STRONG TRIGGER WARNING for very graphic, very disturbing descriptions of intimate partner murder. PLEASE PROCEED WITH CAUTION.
Making the rounds is a horrifying story about the murder of Eliza Samudio, a Brazilian woman who has been missing for a month. Charged in the case is football goalkeeper Bruno Fernandes Das Dores de Souza. Her association with Souza, and her claim that he is the father of her four-month-old baby, is what made the news of her disappearance such big news to begin with. Now that allegations have been made, and truly gruesome details about her killing have emerged, the news has gotten much, much bigger. Last chance on that trigger warning.
Investigators in the state of Minas Gerais said Bruno Fernandes Das Dores de Souza, who played for Flamengo football club, orchestrated the murder of Eliza Samudio, 25. Her body remains missing a month after her disappearance.
Minas Gerais police investigator Wagner Pinto told reporters Thursday that Souza watched as Samudio was asphyxiated, mutilated and eventually fed to dogs. He said the details surfaced during a confession from Souza’s 17-year-old cousin.
During the alleged confession, the cousin details how he worked with two of Bruno’s friends — Luiz Henrique Ferreira Romao, nicknamed “Spaghetti,” and former policeman Marcos Aparecido dos Santos, known as “Bola.” Both men have been arrested in connection with the investigation.
“They tied her hands, and this other individual strangled her,” Pinto said, referring to Santos. Later they deboned and disemboweled her,” Pinto said.
The woman’s body was taken to an undisclosed location where her remains were fed to several Rottweilers, police said.
The cousin told investigators that he witnessed Souza watching the entire incident, Pinto said.
Of course, Souza denies all of the allegations and suggests that his cousin invented the story. Seeing as how prior to her murder, Samudio went to police with allegations that Souza had beaten her and threatened her with death if she did not have an abortion, this strikes me as unlikely, to say the least.
I’m not sure that there is a tactful way to write about this story. When I read headlines that blare Brazil Footballer’s Ex-Lover ‘Was Fed To Dogs’ and see all of the graphic details included above, I want to accuse the responsible outlets of sensationalism, of glorification of violence, of using this outrageous, misogynistic crime as a cheap way to earn page views and shock readers. And when I read a far more subdued version from CNN that buries and omits the most disturbing elements, I have the visceral reaction that they are downplaying the brutality of this act, covering up and abetting in misogynistic violence, and doing a disservice to victims of intimate partner violence everywhere by hiding the ugly truth.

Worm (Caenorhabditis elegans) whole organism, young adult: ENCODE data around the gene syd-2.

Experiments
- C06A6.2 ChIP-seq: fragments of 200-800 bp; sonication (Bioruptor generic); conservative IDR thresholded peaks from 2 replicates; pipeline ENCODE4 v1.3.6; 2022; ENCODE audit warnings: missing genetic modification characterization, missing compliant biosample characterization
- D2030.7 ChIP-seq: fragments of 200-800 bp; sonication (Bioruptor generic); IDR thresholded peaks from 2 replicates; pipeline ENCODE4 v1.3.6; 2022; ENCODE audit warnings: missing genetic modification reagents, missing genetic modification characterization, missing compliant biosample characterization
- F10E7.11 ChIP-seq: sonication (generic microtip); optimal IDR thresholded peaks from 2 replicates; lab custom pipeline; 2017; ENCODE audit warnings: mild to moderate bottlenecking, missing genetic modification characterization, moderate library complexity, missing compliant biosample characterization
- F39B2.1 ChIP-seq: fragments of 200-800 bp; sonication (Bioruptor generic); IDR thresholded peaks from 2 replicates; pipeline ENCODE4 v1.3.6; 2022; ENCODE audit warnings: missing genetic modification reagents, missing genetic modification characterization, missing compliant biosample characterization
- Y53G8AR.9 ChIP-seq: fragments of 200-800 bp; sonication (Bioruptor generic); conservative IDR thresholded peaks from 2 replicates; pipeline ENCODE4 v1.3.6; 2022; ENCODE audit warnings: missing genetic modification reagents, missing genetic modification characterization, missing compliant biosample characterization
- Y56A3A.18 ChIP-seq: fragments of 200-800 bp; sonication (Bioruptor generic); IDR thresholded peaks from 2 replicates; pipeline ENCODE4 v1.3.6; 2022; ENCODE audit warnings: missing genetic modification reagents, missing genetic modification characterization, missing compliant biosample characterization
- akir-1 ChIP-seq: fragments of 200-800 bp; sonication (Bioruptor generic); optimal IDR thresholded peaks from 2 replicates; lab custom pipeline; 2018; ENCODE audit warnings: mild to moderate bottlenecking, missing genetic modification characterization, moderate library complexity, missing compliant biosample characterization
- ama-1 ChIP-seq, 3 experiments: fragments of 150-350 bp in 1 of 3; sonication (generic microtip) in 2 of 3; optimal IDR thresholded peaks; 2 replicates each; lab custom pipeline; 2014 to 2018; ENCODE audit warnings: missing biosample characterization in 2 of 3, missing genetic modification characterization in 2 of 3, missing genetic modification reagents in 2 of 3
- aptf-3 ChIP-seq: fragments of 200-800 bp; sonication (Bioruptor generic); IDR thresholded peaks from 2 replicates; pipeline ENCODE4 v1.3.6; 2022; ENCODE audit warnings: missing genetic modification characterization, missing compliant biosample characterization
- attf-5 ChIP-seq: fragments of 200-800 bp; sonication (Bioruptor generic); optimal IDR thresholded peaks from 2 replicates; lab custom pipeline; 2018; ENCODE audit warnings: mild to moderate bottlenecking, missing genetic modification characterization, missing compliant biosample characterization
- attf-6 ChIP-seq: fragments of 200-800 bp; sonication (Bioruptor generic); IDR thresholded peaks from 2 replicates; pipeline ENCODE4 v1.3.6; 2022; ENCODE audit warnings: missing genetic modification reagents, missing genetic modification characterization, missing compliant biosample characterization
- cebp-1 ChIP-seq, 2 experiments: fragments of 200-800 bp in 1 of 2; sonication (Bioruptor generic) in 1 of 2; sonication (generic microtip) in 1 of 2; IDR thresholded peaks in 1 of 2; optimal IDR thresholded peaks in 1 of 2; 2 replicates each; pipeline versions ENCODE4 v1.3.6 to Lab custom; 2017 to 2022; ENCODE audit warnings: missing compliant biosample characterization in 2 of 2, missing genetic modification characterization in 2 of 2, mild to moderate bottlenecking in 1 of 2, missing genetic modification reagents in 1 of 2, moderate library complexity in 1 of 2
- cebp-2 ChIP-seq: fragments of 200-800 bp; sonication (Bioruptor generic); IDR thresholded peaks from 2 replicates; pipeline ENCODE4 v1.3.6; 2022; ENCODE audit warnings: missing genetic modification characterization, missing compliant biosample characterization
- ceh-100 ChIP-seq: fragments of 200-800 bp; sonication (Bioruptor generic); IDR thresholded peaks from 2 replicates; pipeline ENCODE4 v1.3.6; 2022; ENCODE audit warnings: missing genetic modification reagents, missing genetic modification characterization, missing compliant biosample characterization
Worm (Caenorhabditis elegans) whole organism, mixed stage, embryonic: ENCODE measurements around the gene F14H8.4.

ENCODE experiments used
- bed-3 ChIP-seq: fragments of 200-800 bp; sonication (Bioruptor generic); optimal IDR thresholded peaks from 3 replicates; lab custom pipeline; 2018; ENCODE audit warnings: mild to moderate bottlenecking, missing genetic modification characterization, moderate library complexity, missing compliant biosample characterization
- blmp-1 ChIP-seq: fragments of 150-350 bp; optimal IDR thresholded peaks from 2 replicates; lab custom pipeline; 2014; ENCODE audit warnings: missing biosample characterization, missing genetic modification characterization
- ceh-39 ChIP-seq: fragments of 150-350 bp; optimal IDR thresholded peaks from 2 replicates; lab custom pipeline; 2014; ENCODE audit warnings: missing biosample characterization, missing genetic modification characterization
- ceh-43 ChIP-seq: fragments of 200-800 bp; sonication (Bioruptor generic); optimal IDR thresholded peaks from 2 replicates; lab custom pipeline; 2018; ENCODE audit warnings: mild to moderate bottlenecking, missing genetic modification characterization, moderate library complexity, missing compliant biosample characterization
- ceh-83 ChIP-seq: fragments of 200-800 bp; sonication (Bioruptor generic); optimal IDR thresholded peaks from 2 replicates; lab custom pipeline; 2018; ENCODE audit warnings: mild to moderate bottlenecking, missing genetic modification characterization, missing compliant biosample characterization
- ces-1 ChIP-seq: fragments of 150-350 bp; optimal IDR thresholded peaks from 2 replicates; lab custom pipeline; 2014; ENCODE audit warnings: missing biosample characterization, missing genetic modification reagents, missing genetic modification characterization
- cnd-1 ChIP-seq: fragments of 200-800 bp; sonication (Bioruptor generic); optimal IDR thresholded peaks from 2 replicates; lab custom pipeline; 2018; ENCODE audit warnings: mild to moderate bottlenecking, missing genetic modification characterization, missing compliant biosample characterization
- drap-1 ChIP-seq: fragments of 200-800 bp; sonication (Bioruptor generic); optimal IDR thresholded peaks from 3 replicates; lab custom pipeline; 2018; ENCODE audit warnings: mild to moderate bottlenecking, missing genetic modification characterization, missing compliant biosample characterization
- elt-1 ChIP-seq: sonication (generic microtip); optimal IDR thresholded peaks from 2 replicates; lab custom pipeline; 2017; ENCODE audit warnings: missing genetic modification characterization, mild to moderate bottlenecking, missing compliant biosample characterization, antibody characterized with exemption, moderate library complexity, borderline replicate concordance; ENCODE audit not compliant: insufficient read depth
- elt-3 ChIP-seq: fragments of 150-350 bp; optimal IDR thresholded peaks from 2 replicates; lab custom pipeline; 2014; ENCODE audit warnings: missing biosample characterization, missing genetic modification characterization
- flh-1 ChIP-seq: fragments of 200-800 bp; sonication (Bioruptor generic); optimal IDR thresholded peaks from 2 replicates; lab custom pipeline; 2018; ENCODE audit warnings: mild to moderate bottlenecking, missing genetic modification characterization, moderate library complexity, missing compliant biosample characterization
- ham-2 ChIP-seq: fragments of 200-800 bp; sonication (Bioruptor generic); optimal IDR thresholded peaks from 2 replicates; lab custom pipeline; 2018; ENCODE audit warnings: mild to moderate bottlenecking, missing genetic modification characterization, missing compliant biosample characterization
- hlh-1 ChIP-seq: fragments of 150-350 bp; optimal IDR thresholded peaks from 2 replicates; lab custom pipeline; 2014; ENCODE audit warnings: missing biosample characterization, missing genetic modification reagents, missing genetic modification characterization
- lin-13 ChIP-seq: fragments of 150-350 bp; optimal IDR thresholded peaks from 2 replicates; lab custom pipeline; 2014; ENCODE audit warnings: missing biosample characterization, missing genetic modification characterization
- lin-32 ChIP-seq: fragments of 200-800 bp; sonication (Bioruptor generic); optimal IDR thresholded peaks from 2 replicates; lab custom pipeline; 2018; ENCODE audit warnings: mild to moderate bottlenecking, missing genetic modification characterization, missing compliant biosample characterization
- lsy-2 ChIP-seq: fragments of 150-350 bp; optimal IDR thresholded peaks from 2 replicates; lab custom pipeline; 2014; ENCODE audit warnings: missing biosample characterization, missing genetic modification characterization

I write often about problematic media framings of gender-based violence. This is a case where I can easily identify what is wrong, but cannot find any way to do things in a way that is right.
I don’t know how to write about this story myself. How to balance fact with my outrage, or tact with despair. I don’t know how to report on it in the least triggering, least sensationalistic way possible while also telling the brutal truth. I don’t know how to keep mind of the fact that a woman is dead, her life cut horrifically short, and to honor that fact — to remember that this is her story, her life — without also drawing bigger conclusions about misogyny, and women, and violence. I don’t know to sit here and balance the need to write this story in a way that is respectful to the victim with the need to not lose sight of the abject hate and complete, misogynistic dehumanization of dismembering her corpse and feeding it to dogs.
I am angry and mournful over Eliza Samudio’s murder. And I am so angry, so filled with rage, so unspeakably, indescribably furious, that she was given the final disrespect of being killed in such a way that it’s almost impossible for us to do the necessary work of talking about her death without also doing more harm.
Eliza Samudio was murdered. She was a person. A human being. She was murdered because she was a woman, because she was a mother. The repulsive details of how she was killed should not overshadow the loss of her life; downplaying the gruesome way in which she was killed is a disservice and danger to any attempt to remember and address why her life was lost at all. These facts contradict, and yet they exist simultaneously, uncomfortably, perhaps entirely irreconcilably.
I will close with this: Every day in Brazil, about 10 women are killed in acts of domestic violence. Every. Day. Every single day, 10 women’s lives. All taken. Stolen. Most cases don’t contain the horrifying, grisly details of this one. Most don’t involve famous football players. But they were all killed for the same reasons. Their lives, their bodies, their safety, their rights were all devalued in similar ways. Their male partners all decided that they had the right to decide that these women didn’t deserve to live anymore. They are all equally dead, equally murdered. And they all equally matter.